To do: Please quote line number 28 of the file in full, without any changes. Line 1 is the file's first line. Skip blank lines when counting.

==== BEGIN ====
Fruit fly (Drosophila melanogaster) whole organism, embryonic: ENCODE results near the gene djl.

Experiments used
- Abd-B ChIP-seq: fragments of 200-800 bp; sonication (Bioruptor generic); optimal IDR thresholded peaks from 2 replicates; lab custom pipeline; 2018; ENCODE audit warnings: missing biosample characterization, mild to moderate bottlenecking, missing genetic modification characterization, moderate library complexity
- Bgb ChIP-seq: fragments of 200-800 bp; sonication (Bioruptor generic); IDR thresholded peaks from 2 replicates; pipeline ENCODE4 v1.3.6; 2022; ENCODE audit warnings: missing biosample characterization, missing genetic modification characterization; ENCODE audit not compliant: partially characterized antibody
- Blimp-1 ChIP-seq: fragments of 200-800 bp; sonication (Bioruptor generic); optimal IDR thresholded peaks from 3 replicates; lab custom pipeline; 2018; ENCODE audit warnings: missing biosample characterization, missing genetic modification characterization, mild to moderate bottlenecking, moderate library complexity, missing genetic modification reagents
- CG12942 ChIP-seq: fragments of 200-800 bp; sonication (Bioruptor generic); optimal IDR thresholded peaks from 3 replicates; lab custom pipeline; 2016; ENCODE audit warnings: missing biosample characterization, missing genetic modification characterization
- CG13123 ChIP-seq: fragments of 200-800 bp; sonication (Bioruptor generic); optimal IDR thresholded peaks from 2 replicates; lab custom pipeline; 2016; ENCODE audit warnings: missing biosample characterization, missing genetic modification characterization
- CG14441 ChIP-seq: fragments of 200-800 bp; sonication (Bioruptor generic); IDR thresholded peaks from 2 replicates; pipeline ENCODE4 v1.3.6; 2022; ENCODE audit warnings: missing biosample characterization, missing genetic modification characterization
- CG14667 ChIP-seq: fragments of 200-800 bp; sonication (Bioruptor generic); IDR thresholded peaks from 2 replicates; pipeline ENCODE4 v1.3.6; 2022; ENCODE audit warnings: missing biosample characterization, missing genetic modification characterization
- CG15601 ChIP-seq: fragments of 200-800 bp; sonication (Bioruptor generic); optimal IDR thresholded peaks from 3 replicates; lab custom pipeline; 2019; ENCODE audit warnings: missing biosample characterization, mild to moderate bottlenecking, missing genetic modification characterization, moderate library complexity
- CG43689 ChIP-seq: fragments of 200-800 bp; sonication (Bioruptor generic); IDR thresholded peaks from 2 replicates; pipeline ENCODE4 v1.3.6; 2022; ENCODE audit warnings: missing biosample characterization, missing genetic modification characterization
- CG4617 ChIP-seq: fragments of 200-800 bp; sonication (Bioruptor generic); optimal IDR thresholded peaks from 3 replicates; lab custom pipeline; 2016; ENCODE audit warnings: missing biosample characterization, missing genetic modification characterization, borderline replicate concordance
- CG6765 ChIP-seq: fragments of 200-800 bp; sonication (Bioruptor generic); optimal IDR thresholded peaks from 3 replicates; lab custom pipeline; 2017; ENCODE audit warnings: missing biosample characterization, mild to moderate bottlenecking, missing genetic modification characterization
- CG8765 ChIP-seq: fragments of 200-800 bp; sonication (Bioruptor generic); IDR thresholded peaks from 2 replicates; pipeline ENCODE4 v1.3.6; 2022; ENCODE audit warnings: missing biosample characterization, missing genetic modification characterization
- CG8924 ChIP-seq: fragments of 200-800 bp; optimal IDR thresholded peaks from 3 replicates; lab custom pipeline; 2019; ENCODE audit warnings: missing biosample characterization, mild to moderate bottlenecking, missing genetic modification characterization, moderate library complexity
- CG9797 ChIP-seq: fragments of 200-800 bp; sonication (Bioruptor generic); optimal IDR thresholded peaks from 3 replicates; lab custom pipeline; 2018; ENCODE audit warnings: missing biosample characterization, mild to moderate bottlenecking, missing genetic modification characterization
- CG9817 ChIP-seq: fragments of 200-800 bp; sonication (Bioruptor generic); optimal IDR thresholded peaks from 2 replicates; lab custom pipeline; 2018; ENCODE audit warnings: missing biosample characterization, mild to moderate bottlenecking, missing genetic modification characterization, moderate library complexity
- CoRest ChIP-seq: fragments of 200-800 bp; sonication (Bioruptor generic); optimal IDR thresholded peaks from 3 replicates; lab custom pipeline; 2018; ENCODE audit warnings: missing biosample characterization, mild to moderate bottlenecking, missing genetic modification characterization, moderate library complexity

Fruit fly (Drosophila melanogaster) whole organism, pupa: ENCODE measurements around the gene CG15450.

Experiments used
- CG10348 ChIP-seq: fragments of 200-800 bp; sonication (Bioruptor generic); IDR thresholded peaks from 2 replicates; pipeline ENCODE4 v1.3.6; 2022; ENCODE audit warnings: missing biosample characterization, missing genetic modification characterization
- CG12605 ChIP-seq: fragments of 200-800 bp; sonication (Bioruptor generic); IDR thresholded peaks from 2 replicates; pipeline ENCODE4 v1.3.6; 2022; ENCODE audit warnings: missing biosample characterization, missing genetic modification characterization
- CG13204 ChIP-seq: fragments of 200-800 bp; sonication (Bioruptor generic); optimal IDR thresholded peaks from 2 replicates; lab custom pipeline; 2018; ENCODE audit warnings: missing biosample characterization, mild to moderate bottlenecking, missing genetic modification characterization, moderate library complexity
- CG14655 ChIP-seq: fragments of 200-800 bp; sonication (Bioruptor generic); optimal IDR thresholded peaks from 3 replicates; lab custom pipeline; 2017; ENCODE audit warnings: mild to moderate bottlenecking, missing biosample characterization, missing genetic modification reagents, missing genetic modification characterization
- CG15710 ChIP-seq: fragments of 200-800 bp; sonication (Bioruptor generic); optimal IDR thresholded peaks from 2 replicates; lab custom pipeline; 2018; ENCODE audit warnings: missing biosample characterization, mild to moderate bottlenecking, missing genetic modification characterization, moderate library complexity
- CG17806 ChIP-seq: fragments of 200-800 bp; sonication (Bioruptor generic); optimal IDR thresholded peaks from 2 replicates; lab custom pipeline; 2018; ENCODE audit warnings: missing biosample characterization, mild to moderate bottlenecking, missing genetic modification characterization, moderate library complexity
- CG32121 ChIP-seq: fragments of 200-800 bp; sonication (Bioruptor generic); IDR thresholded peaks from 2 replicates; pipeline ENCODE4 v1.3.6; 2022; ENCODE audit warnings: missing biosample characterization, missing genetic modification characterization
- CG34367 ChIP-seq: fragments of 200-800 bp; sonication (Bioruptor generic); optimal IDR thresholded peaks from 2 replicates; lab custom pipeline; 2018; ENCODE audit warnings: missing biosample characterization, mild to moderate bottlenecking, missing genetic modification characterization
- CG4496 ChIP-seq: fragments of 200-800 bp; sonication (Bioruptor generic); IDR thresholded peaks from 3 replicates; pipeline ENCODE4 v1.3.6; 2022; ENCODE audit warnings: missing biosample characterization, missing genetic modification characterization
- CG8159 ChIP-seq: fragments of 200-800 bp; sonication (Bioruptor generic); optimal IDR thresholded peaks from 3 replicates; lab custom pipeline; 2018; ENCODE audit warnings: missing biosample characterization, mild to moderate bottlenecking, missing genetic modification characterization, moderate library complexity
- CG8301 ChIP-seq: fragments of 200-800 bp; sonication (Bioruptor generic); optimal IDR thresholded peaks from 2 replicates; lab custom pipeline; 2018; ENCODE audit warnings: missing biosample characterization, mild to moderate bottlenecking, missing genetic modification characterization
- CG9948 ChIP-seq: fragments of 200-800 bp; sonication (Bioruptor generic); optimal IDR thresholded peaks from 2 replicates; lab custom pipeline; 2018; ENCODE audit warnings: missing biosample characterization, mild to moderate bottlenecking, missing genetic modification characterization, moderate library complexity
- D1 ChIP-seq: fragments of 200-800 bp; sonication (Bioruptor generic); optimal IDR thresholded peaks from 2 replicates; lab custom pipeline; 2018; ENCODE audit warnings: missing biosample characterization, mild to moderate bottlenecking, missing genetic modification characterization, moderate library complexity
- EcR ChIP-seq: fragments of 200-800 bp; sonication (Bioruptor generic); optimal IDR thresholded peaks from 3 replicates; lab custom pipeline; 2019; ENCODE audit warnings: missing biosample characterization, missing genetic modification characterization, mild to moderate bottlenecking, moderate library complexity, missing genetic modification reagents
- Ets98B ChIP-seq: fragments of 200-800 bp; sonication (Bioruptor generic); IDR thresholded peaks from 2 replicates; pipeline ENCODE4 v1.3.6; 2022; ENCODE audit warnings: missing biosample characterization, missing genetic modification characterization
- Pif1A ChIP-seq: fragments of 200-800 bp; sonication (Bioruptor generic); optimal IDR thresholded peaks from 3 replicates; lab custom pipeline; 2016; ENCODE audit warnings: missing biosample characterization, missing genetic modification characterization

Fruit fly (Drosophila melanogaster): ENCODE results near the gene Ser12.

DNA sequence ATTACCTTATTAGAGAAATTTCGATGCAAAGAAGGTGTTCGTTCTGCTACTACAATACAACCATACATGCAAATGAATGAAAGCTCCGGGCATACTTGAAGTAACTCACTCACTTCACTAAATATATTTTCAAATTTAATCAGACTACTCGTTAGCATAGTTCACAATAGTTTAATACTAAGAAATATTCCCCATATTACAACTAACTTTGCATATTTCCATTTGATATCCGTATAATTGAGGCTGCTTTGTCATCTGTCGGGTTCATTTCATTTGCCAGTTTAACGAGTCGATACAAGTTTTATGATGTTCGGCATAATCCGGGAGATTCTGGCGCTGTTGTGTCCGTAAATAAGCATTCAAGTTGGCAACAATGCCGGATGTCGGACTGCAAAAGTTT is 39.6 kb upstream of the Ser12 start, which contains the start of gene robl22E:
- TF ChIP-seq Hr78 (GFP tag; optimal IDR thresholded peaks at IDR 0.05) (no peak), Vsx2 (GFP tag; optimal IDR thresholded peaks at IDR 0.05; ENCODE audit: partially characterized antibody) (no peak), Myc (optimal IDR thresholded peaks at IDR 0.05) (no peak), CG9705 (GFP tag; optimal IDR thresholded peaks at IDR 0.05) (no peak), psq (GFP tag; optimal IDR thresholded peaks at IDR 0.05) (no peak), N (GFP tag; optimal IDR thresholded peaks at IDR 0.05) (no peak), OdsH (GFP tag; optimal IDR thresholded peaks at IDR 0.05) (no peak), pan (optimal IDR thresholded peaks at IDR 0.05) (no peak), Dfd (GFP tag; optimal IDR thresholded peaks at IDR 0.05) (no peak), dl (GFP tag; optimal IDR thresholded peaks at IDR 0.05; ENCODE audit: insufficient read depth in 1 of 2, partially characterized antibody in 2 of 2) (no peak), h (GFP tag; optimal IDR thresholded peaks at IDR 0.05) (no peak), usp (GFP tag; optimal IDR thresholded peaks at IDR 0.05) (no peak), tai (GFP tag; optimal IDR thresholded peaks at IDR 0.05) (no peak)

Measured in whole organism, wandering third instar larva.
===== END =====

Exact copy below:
- CG34367 ChIP-seq: fragments of 200-800 bp; sonication (Bioruptor generic); optimal IDR thresholded peaks from 2 replicates; lab custom pipeline; 2018; ENCODE audit warnings: missing biosample characterization, mild to moderate bottlenecking, missing genetic modification characterization